Georgia Construction, Bond & Lien Law Blog


Recent Case Hurts Supplier’s Enforcment of Lien

Posted in Case Law,Materialmen's Lien (enforcement),Practical Tips by Blue Blog on the October 30th, 2014

When a building material supplier has not been paid for labor or materials used on a Georgia construction project, that supplier may place a materialman’s lien against the owner of the improved real property; this is true even if the owner has no contractual relationship with that supplier. Such a lien essentially transfers liability from
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Subcontractors Beware–File Liens and Do Not Rely On Anyone Else for Payment

by Mark Cobb It would be wonderful to live in a world where a handshake or a person’s word meant something. The Georgia Court of Appeals just handed down a verdict in First Bank of Georgia v. Robertson Grading which will make you question whether or not you can trust any body when it comes
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How to File a Materialmen’s Lien in Georgia

If you have provided labor, materials, equipment or other services on a construction project AND you have not received payment, then you may be entitled to file a lien under Georgia’s current lien laws.  Determining who may file a lien and when a lien may be filed can be tricky, but filing the correct document
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Changes to Georgia Lien Law Sent to Governor for Signing

Posted in Current Legal Issues,Materialmen's Lien (enforcement),Materilamen's Liens by Blue Blog on the April 10th, 2013

  by Mark A. Cobb (UPDATED MAY 9, 2013)  GOVERNOR SIGNED HB 434 INTO LAW; click here for more information! We love sharing good news about pending changes to Georgia’s lien laws!  A couple of weeks ago, we published a blog post about Georgia 2013 HB 434 which allows Georgia lien claimants to include both
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Enforce Georgia Lien Claim Before Expiration

by Mark A. Cobb Admittedly, the Mechanics and Materialmen’s Lien Act gives Georgia’s contractors, subcontractors and material suppliers a giant step towards getting the money they are owed.  And, a giant step is a wonderful gift, but there are other steps which must be undertaken if the lien claimant wishes to enforce its lien.  As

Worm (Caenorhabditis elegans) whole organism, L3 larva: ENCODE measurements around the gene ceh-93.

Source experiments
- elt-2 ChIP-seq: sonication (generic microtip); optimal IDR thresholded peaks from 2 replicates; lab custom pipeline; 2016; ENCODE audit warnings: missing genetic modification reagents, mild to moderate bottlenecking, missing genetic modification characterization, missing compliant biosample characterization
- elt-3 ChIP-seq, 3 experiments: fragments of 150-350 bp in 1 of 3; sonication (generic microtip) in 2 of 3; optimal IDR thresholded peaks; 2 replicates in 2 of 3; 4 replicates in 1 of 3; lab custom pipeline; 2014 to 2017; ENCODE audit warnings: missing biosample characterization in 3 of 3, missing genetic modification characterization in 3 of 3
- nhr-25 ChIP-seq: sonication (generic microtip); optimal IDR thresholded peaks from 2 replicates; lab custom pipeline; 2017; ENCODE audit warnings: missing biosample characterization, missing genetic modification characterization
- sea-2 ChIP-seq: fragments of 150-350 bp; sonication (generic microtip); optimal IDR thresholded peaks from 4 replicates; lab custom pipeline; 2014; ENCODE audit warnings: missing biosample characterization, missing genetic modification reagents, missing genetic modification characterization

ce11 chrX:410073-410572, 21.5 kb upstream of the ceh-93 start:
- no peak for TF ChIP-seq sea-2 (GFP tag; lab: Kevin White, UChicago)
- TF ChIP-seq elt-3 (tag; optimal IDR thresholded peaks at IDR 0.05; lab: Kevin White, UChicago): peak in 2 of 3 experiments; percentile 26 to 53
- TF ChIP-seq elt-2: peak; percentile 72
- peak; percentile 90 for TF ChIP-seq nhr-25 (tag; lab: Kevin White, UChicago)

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Lien Upheld Against Georgia Development Authority Project

by Mark A. Cobb A recent Georgia Court of Appeals holding may give some subcontractors and suppliers reason to rejoice.  In Pinnacle Props. V, LLC v. Mainline Supply of Atlanta, LLC, 735 S.E.2d 166 (Ga. Ct. App. 2012), the court held that a materialmen’s lien placed against a construction project on a development corporation’s real
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2009 Georgia Lien Law Changes: A Summary

by Mark A. Cobb Cobb Law Group Since our law firm has a significant core practice area in which we file and perfect mechanics & materialmen’s liens and payment bond claims throughout Georgia, we address prospective clients’ lien questions almost everyday.  We are surprised how many contractors and suppliers’ knowledge of Georgia’s construction lien requirements
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Don’t Let your Georgia Lien Expire!

Posted in Materialmen's Lien (enforcement),Materilamen's Liens,Notice of Action by Blue Blog on the August 17th, 2012

Many subcontractors and material suppliers mistakenly think that once they have filed their Claim of Lien in Georgia, that is all they have to do.   That’s not correct. Assuming you have a valid Georgia mechanic or materialmen’s lien, the lien is good for one year from the date the lien is filed.  In order to
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What does it mean when a mechanic’s lien is bonded off in Georgia?

Posted in Lien Foreclosure,Materialmen's Lien (enforcement) by Administrator on the April 29th, 2012

This week, we are tackling another great question which we get asked frequently.  As Georgia construction lawyers, we are usually glad when a materialmen’s lien is bonded off as it can increase the speed and likelihood of our client’s recovery. So what is “bonded off”?  As long time readers of this blog understand, a properly
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How Long do Mechanics & Materialmen’s Liens Remain Valid in Georgia?

Posted in Materialmen's Lien (enforcement),Materilamen's Liens,Notice of Action by Administrator on the April 20th, 2012

Potential clients regularly call us and ask how long a lien lasts in Georgia.  As is true in most areas of law, the short answer is “it depends.” Georgia Liens are Valid for One Year: In Georgia, a Claim of Lien is valid for one year from the date that the lien is filed.  If
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